The British government will not support the agitation for a separate nation of Biafra, the High Commission in Nigeria told Nigerian foremost online news media SaharaReporters today in a statement.
Mr. Joe Abuku, the High Commission’s Press & Public Affairs Officer, asserted that the position of the United Kingdom Government during the Civil War is a matter of historical record.
“The UK Government’s position, which reflected the Charter of the Organization of African Unity, was to recognise the borders laid down at Independence,” he said. “The Biafran War caused great suffering and the UK supported the reconciliation work that followed the conflict. The UK supports the territorial integrity of Nigeria and President Buhari’s commitment to work for a secure and prosperous Nigeria for all Nigerians.”
The expressed position of the British High commission tallies with a widely-circulated letter written by UK Minister of State, Grant Shapps, affirming a similar position concerning Biafra agitation. That letter was written in response to MP Micheal Meacher, following an inquiry by one of Mr. Meacher’s constituents who had written to inquire about the detention of Nnamdi Kanu of Radio Biafra.
According to Mr. Shapps, “The UK fully supports the territorial integrity of Nigeria and President Buhari’s commitment to work for a secure and prosperous Nigeria for all Nigerians. We share the concern of President Buhari and all Nigerians about threats to Nigeria’s stability and are working with Nigeria to help tackle these threats, including Boko Haram.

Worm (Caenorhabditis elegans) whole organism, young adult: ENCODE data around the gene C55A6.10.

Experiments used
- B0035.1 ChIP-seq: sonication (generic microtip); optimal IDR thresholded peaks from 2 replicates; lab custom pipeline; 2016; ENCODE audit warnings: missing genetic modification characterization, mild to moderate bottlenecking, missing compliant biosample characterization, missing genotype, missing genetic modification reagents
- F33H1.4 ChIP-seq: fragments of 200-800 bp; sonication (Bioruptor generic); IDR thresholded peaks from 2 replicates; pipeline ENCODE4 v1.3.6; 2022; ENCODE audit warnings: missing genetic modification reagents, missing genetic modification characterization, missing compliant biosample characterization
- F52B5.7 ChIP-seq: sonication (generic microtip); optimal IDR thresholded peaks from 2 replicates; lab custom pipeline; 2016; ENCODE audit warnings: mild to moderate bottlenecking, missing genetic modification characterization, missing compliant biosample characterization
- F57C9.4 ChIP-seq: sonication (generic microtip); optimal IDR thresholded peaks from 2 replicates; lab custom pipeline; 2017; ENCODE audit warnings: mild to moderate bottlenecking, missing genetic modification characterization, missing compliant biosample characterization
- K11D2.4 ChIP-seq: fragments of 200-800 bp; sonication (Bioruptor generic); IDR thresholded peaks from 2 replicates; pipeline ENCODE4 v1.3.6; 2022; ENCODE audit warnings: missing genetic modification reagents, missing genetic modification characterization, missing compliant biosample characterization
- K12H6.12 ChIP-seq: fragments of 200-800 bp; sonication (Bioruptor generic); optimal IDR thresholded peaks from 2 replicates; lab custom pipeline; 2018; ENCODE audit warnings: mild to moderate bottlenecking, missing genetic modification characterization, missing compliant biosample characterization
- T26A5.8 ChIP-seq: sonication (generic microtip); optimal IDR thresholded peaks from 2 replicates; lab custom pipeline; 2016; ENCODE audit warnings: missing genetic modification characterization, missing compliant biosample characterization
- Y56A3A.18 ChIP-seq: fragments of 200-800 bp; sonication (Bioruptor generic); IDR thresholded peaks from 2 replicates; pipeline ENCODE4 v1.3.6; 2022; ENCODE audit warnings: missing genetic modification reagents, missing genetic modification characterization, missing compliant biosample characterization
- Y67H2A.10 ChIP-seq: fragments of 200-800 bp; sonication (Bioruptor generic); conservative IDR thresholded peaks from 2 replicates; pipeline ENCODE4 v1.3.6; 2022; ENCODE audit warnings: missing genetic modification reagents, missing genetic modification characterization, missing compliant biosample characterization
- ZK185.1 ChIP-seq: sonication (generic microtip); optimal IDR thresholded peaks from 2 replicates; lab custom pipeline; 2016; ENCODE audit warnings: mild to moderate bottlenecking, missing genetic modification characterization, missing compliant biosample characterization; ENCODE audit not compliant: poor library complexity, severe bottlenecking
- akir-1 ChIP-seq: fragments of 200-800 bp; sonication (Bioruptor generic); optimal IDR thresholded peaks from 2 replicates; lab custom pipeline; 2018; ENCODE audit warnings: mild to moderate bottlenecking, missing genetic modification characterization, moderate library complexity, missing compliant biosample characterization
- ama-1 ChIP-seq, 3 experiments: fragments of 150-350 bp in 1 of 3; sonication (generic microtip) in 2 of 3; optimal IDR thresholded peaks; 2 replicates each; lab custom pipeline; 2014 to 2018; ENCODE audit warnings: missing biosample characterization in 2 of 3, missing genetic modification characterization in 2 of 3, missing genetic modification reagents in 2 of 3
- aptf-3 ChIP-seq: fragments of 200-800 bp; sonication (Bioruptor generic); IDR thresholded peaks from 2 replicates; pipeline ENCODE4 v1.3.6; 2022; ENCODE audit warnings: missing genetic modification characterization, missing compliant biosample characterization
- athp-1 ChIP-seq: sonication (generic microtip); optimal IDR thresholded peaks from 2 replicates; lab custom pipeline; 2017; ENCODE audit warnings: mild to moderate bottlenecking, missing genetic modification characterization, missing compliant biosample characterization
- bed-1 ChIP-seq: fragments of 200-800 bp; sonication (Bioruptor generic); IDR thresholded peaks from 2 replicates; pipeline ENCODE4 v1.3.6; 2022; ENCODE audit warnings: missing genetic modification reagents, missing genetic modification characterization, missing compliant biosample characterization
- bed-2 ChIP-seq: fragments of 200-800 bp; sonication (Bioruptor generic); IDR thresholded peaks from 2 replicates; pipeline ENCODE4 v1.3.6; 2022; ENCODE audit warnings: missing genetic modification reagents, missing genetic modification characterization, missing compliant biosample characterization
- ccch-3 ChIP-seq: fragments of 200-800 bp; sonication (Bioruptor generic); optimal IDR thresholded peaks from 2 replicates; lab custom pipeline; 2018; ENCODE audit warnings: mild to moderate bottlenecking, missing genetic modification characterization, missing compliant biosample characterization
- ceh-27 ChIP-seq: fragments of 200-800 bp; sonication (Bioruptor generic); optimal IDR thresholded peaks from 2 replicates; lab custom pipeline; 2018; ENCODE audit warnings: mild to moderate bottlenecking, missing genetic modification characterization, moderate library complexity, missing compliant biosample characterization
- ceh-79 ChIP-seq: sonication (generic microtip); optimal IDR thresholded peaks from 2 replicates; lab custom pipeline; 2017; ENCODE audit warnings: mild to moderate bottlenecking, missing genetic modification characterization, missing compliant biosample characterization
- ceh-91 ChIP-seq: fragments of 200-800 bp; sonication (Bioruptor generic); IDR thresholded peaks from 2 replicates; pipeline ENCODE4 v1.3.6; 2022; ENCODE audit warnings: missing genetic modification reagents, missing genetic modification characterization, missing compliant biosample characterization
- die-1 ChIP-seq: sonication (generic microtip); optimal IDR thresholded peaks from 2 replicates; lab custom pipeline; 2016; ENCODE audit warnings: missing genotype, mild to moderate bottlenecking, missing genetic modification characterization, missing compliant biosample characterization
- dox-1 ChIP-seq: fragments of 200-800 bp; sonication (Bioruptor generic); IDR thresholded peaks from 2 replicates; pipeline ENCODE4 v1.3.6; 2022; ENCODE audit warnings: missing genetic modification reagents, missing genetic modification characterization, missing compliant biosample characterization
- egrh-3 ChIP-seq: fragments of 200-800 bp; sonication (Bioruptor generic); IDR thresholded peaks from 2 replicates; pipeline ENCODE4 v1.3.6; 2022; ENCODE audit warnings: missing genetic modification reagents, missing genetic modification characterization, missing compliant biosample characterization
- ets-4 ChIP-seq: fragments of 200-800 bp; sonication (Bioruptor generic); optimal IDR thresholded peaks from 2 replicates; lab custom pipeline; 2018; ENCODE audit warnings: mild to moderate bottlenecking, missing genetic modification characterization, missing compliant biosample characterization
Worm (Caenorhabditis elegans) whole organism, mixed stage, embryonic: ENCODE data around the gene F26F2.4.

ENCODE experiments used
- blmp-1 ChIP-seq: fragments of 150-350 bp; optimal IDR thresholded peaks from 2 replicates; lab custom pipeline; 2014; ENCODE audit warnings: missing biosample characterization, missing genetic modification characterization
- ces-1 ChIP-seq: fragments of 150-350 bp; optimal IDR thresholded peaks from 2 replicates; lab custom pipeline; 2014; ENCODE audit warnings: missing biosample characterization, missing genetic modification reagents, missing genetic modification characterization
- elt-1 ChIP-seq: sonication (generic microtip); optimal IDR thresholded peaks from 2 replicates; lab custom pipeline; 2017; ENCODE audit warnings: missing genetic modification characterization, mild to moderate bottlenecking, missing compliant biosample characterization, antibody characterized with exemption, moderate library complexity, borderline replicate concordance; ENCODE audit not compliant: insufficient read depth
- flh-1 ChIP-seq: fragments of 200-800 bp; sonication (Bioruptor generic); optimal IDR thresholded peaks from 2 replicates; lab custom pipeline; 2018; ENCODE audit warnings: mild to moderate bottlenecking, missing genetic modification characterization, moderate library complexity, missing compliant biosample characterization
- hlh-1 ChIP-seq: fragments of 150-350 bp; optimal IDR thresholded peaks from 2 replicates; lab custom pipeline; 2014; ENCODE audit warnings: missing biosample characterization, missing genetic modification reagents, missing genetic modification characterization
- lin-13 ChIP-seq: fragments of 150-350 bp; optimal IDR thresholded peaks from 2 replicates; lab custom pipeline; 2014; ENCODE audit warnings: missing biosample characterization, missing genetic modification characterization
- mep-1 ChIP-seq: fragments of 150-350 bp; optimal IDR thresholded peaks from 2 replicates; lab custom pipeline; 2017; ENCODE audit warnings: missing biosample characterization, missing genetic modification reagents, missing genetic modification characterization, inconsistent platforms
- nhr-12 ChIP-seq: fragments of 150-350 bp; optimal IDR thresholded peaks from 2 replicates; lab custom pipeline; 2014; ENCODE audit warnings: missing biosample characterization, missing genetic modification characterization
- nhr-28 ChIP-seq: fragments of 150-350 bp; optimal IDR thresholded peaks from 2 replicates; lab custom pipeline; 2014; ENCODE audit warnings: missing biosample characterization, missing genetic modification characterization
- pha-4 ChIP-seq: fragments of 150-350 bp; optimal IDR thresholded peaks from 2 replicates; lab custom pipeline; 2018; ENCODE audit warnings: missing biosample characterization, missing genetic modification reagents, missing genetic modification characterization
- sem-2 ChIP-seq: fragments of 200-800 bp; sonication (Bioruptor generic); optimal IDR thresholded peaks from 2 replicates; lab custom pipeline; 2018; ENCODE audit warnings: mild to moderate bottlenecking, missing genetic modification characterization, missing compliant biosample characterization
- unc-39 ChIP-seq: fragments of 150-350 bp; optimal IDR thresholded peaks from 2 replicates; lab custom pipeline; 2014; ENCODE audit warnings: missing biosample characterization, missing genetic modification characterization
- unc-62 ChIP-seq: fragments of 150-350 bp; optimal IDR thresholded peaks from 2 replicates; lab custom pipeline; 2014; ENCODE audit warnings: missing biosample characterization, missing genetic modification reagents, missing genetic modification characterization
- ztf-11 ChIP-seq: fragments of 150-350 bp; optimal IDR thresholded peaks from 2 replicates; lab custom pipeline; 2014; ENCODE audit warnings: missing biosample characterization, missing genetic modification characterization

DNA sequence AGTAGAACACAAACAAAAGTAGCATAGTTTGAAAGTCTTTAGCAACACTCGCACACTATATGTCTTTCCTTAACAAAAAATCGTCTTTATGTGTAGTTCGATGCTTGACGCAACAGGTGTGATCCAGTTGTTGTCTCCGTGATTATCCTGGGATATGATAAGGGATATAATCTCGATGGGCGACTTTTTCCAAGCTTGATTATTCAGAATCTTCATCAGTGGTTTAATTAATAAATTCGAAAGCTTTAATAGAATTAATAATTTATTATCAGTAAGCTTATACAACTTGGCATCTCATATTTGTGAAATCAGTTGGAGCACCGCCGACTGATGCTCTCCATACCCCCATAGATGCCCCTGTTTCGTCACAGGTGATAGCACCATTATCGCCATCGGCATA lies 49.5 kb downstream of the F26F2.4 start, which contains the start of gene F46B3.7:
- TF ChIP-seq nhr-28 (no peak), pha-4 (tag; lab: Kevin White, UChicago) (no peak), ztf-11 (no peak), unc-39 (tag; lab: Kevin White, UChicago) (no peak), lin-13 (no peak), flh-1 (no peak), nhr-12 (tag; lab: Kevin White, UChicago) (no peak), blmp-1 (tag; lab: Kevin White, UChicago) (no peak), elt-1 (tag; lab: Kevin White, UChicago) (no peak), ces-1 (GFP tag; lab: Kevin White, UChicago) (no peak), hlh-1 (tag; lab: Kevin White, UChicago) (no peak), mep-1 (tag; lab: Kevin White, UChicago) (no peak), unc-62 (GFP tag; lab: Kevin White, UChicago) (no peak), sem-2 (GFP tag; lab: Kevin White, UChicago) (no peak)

Mr. Abuku said he could not confirm the authenticity of the Hon. Grant Shapps letter as it is not their practice to confirm or deny the authenticity of leaked documents.
Mr. Kanu remains in detention in Abuja, following his arrest in Lagos last month. According to his attorneys, he has been unable to meet the conditions of a strident bail given by a magistrate.
Since his arrest, Biafra activists have embarked on protests in several cities across the world. In some cases they have visited Nigeria embassies and threatened to burn down their buildings.
Mr. Kanu is a dual citizen of both the UK and Nigeria. According to Mr. Abuku, the UK High Commission has a standing position stating thus: The British government only provides consular assistance to dual nationals in the country of their other nationality in exceptional circumstances.
If the High Commission is approached for consular assistance by a British National in Nigeria who also holds a Nigerian passport, the level of support that could be offered in their case would be discussed with the individual concerned.